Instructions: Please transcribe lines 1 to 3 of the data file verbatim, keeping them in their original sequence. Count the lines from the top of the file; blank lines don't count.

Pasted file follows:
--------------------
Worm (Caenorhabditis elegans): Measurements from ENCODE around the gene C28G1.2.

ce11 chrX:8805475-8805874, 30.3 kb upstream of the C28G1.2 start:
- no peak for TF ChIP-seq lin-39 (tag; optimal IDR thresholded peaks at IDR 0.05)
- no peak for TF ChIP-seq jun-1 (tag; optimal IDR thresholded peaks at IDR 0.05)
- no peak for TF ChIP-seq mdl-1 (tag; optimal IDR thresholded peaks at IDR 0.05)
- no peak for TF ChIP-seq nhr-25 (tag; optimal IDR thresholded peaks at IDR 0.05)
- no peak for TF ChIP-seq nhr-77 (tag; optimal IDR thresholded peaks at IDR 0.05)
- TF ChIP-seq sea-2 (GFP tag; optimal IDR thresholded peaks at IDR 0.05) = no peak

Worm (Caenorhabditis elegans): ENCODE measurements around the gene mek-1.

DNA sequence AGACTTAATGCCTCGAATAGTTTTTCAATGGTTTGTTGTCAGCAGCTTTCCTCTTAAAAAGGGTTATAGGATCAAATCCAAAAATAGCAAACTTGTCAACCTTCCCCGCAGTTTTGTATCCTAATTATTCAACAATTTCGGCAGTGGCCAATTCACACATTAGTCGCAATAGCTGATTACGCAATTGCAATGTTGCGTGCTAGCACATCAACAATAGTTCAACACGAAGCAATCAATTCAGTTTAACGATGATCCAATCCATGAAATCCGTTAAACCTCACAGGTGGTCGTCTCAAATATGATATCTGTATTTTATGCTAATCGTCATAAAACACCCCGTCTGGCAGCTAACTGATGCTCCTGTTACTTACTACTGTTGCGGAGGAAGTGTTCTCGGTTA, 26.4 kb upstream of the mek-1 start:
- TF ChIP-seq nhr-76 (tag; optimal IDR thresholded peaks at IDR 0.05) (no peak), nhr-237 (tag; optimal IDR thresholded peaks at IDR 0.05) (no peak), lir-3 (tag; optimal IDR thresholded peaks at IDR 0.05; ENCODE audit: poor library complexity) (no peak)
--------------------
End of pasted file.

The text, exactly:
Worm (Caenorhabditis elegans): Measurements from ENCODE around the gene C28G1.2.

ce11 chrX:8805475-8805874, 30.3 kb upstream of the C28G1.2 start:
- no peak for TF ChIP-seq lin-39 (tag; optimal IDR thresholded peaks at IDR 0.05)